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Inactive: Almost Half of Capama’s Water Treatment Plants

By: Patrick Ellis | Real Acapulco News - 16 August, 2011

(Acapulco, NA 15 August) Thousands of liters of residual water are discharged daily into the Black Lagoon of Puerto Marqués and the Tres Palos Lagoon, as well as Olvidada Beach, all as a result of the deficient operation of the 14 water treatment plants operated by CAPAMA, Acapulco’s municipal water authority. The result is degradation of the conditions of public health among a large sector of Acapulco’s population. The situation also affects the fishing and tourism industries.

In a tour made by reporters, who visited 11 of the 14 plants, it was discovered that six of them are chained and locked, inactive, shut down. Raw effluent is thus allowed to flow into the sea without any treatment.

According to CAPAMA, 264 liters per second are treated in their water treatment facilities; but the reality is quite different from that. The Puerto Marqués treatment plant (on the road to Revolcadero) is without any system operator, and as a result, a large amount of untreated water is channeled into the Black Lagoon nearby. The plant in Vicente Guerrero 200 has been shut down for around a year and a half, according to nearby business owners. Other shut down plants include “Limite Sur” (with 15 liter/sec capacity), and “Miramar.” The “La Mira” plant is the one that just channels the untreated water into the sea, at 15 liters/sec. The plant can be observed from the higher parts of the neighborhood, and looking down on it, one can see how all the settling pools are cracked and dried, indicating it has been idle for months. The plant in “El Coloso” (90 liters/sec) has been functioning at only half capacity, and the one at “Paso Limonero” (near the La Venta toll booth) is able to operate at only 25% of its capacity, according to an employee who asked for anonymity.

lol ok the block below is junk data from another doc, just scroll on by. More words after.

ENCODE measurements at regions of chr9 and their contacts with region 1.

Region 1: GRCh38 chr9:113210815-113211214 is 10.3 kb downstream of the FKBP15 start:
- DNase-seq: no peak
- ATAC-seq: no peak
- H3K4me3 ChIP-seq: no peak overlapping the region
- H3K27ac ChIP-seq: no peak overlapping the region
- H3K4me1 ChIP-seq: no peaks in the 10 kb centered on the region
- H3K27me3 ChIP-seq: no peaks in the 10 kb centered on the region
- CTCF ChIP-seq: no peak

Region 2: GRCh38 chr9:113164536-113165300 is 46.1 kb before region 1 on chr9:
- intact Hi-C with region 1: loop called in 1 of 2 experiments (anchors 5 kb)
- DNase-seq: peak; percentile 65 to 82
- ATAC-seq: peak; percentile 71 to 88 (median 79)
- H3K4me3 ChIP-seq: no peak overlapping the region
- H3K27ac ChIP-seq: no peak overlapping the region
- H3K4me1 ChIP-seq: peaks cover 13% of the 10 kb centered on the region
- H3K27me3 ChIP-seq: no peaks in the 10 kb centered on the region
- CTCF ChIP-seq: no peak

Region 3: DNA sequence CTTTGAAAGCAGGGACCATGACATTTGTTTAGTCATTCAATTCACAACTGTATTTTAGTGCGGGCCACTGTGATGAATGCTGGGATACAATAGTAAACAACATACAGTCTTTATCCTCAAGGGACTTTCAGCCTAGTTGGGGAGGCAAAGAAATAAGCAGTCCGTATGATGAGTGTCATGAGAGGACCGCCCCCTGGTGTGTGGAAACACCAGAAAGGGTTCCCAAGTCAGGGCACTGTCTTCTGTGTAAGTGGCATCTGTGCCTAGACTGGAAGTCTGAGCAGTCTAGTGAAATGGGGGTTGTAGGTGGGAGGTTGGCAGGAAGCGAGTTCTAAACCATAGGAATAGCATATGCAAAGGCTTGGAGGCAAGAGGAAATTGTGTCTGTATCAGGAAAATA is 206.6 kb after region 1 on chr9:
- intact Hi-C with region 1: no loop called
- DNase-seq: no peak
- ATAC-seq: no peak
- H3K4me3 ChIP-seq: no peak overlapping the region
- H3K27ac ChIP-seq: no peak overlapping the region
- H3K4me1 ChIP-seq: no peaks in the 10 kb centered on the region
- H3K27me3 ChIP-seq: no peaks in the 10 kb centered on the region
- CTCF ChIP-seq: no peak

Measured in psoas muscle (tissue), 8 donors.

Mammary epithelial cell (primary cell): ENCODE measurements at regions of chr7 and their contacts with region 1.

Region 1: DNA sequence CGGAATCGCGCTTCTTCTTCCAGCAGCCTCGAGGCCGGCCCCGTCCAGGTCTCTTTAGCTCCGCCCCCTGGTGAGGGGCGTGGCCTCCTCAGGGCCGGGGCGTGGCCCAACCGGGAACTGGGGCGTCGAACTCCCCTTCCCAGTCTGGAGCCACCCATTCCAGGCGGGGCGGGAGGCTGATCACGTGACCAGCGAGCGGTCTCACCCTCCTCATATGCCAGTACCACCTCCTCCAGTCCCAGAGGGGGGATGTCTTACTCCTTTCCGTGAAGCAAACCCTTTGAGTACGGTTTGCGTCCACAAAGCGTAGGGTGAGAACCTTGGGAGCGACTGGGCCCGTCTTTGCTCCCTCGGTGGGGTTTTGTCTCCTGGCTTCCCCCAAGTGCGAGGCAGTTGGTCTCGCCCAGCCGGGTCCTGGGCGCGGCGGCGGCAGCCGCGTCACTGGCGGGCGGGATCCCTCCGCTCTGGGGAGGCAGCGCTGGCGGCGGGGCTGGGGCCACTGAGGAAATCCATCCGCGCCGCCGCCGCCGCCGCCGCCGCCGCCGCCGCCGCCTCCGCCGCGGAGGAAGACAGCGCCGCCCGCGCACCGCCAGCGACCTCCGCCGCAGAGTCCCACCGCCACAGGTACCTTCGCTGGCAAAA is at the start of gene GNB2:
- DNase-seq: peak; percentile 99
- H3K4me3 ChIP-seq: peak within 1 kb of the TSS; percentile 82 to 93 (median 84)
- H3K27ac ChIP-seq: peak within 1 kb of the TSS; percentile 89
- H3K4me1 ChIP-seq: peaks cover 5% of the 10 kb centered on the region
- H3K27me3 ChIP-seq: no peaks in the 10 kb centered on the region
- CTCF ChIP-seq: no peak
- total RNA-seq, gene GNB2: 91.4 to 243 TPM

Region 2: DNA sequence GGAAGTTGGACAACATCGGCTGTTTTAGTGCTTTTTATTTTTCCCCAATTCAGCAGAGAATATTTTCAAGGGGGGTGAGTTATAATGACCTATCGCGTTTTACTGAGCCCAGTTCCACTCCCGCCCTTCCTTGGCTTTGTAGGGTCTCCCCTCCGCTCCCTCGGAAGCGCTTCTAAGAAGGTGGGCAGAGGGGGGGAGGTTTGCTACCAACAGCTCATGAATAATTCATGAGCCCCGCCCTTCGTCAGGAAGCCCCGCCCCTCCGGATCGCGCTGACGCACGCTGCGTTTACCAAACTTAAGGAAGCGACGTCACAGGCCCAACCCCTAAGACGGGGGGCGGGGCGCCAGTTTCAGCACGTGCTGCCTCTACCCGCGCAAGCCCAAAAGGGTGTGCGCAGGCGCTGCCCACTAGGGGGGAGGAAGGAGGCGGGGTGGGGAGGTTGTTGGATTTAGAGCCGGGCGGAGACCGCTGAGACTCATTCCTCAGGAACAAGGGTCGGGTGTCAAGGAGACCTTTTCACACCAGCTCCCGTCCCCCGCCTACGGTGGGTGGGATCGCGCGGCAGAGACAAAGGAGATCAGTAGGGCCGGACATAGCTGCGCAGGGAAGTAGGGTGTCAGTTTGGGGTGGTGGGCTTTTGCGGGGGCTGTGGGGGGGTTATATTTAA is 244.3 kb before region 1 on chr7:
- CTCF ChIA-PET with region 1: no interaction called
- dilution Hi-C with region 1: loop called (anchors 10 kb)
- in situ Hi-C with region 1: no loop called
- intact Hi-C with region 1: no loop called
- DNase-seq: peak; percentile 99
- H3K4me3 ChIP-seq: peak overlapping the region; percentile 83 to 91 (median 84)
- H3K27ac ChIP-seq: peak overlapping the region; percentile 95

The plant at Cuidad Renacimiento (475 liters/sec) also discharges into the Sabana River a considerable quantity of untreated water. At Aguas Blancas, the site of another Capama water treatment plant, the horrid odors have been an intolerable nuisance and pestilence for thousands of adjacent neighbors. The plant at Pie de la Cuesta, km 30, is also said to be functioning at minimum capacity.

The $720 million pesos that the federal government was to invest in CAPAMA is nowhere to be seen; neither is the gift from the Spanish Government, offered to improve the quality of water flowing into the bay. The money has not been stolen yet; it just has not arrived, since neither CAPAMA nor the governmental authorities has yet complied with the preconditions for obtaining access to these funds.

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